John 15.1-8 I am the true vine, and you are the branches

Fr Alec
Sunday, May 3, 2015 - 9:30am

Do you ever wonder how the Church looks to those who don’t belong to it? What do people suppose that it is? It has been instructive to have spent some years of my life at one remove from day-to-day parish life coming face to face with people’s perceptions of the Church and the various ways in which it is seen.

For many, it is a self-serving irrelevance. A social body existing principally for the entertainment of its aged members. For others it is a cagy, rather sinister institution seeking to exercise power by inspiring guilt. For yet others it is a well-meaning charitable organisation rather like Greenpeace filled with people wearing socks and sandals.


But if it is not any of those things, (and I confess there are times when it comes dangerously close to all of them,) then what is it? If you were put to the test, how would you describe the Church? I don’t mean St Mary’s in particular, neither the building, nor the people. What I mean is the Church with a capital ‘C’, which is the whole body of Christians the world over.


There are various ways in which we might have a go at describing just what the Church is…


We might describe it as a group of people with shared beliefs. Those bound together, for example, by their adherence to the Nicene Creed that we recite here every Sunday. And this is a fine description, as far as it goes. It gives a picture of the Church as being rather like a college or a learned society, where we are trained to believe and understand the things of God, where we are joined together by shared knowledge.


Alternatively, we might understand it as being rather more like an Army or a hospital – an institution bound up with a particular purpose, and having a job of work to do which defines it– whether healing, or teaching, or doing battle with the forces of wickedness and injustice.


Then again we might make Community our focus. We might decide that the Church is a kind of global village, a worldwide body of people called to live together in friendship and mutual affection, exercising gifts of tolerance, generosity and forgiveness.


We might go further and say that the Church is like a giant Noah’s Ark. An institution defined simply in terms of having been redeemed – rescued from the perils and dangers of the world.


Here we have four pictures of the church:  A society based on belief, an army based on action, a village based on community, and an ark based on salvation. None of these pictures is particularly wrong, and you could find ample justification for each in scripture, but I wonder if each of them on its own is rather incomplete. How did Jesus describe the Church?


‘I am the Vine,’ he said, ‘and you are the branches.’


Consider that, for a moment. The Church is defined in relationship to Jesus – a sinuous living plant from which we are offshoots. The branches are an integral, physically connected, part of the vine. This is no club which we dip in and out of. We are sustained and fed by being connected to the vine, and our life depends upon that connection. What is more, we are dependent on each other, we live in communion. A sickly or infected branch affects all the others.


Just as vine dressers in ancient Palestine knew, and as they know today, a grape vine requires careful and continual care for long years before it will yield any grapes at all. It is a work of painstaking devotion to tend a vine, and for this reason it was often used in the Old Testament as an allegory of Israel- God’s faithful people (or, more often, as the prophets suggest, his unfaithful people!) bearing fruit according to their deeds.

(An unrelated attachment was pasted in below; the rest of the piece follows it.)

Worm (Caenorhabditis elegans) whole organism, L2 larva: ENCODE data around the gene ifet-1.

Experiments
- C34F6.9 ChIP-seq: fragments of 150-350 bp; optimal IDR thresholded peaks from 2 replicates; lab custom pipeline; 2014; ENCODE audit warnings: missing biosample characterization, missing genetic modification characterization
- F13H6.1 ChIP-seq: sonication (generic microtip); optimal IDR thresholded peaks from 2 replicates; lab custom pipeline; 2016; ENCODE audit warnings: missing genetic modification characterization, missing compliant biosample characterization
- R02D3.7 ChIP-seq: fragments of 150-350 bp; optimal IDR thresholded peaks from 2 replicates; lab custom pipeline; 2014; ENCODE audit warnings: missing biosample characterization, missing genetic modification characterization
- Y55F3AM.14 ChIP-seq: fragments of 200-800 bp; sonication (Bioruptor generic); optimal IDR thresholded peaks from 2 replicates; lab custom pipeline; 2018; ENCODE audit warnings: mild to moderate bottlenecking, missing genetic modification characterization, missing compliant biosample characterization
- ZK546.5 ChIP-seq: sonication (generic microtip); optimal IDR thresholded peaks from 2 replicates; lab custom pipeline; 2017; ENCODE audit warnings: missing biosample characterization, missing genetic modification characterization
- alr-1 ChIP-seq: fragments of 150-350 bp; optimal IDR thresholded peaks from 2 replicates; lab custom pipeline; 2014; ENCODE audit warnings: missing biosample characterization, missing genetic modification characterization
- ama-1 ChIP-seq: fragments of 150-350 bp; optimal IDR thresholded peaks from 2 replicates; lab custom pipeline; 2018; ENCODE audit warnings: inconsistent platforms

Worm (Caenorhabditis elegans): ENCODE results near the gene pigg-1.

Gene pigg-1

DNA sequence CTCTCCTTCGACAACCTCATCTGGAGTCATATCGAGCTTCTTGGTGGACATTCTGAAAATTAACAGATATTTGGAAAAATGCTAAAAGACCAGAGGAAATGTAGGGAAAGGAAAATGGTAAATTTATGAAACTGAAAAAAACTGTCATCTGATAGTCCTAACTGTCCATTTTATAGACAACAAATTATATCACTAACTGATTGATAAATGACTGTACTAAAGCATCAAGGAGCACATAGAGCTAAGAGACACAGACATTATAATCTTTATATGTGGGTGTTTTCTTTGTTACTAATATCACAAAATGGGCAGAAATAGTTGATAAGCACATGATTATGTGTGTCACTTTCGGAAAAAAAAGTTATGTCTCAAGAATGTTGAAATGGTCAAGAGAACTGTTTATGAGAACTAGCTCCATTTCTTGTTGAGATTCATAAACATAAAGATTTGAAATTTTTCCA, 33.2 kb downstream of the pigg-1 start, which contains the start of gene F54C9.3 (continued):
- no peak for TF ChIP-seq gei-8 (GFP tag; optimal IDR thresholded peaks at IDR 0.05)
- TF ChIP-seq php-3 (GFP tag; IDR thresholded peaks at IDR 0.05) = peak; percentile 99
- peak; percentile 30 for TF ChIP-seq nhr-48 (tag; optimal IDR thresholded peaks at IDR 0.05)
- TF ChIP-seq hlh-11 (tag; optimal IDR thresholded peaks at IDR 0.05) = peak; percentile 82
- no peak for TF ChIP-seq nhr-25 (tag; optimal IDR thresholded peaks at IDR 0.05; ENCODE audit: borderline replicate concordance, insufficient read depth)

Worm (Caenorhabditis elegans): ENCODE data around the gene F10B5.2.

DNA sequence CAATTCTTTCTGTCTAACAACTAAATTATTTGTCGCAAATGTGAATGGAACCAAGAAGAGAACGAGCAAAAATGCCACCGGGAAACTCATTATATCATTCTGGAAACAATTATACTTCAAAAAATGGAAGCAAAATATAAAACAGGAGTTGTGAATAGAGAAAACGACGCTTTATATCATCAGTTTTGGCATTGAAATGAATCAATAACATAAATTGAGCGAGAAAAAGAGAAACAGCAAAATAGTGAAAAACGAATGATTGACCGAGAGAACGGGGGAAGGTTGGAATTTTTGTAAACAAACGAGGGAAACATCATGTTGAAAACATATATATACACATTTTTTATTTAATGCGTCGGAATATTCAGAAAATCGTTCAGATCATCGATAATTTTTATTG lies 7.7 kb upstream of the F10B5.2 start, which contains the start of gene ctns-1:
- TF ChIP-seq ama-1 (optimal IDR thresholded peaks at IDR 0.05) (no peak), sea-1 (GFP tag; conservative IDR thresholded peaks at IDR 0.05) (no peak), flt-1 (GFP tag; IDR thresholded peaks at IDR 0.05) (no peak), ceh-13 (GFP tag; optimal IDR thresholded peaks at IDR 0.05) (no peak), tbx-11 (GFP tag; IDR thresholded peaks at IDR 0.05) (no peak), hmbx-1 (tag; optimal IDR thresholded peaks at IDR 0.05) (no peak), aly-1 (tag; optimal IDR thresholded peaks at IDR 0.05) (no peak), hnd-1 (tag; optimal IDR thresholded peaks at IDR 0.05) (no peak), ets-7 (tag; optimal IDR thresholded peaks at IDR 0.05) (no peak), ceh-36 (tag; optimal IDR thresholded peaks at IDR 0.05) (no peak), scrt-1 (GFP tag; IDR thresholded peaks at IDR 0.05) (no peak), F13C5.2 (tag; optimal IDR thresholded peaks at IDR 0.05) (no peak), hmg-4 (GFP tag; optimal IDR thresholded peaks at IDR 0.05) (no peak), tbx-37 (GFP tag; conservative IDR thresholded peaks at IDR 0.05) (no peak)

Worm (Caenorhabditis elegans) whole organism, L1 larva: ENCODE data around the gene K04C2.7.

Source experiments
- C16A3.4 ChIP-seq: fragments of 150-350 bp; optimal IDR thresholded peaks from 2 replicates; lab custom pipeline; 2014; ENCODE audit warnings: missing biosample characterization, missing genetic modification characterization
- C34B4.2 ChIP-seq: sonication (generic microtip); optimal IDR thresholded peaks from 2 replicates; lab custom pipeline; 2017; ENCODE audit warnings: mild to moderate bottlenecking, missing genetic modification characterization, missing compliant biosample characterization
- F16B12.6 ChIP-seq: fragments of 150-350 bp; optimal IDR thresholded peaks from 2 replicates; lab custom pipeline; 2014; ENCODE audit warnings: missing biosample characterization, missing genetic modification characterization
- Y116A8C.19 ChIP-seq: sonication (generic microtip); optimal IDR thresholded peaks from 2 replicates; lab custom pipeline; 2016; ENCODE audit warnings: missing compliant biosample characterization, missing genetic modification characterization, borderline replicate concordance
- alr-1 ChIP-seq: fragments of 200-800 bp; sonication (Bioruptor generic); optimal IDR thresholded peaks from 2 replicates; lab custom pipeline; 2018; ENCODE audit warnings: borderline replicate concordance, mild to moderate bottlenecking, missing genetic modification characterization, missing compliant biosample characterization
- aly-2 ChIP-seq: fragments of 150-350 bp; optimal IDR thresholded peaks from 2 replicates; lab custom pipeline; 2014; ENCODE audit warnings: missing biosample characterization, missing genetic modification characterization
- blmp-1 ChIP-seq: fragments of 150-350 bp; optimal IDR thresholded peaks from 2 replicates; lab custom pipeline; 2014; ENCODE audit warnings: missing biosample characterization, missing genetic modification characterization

St Paul uses a different, but related metaphor, when he says ‘You are the Body of Christ’. Like limbs on a body, or branches on a vine we are completely dependent on the whole body, the whole vine for our health and survival. The vine is an organic structure, a living, growing organism adapting itself to its surroundings, whilst being trained, pruned and fed by an intelligence beyond itself.


But consider this too…as we share, by virtue of our baptism in the life of Christ, we have been given a special dignity, an awesome privilege. Unworthy as we are, weak, inconstant and prone to failure as we are, we are the way in which Jesus makes himself available to the world. Though the vine is hidden from sight, the branches hang down rich with fruit to refresh and intoxicate all creation. With love, and forgiveness, and healing, and mercy, and reconciliation, and peace.


God has called us, his people, the Church, to bear his fruit, to give his gifts to the world, to be the vessels of his grace. The Church is most truly itself not when it is a body of people trying very hard to do things that please God, but when it is a unified body alert to the grace flowing through it from God. As Jesus said to his disciples:


Truly, truly, I say to you, whoever believes in me will also do the works that I do; and greater works than these will he do, because I am going to the Father.”


Greater works than these! What a humbling and undeserved honour, we have been given.


What remains for us is to be alert to God through prayer. To meet Him faithfully in His Sacraments. To open ourselves up to the Holy Spirit that flows out like sap from the true vine, to refresh us, renew us and build us up. When we succeed in doing that, and we hang heavy with the abundant fruit of God, then the world will taste and see that the Lord is gracious. They will look at the Church, and know that the Risen Christ is present in their midst.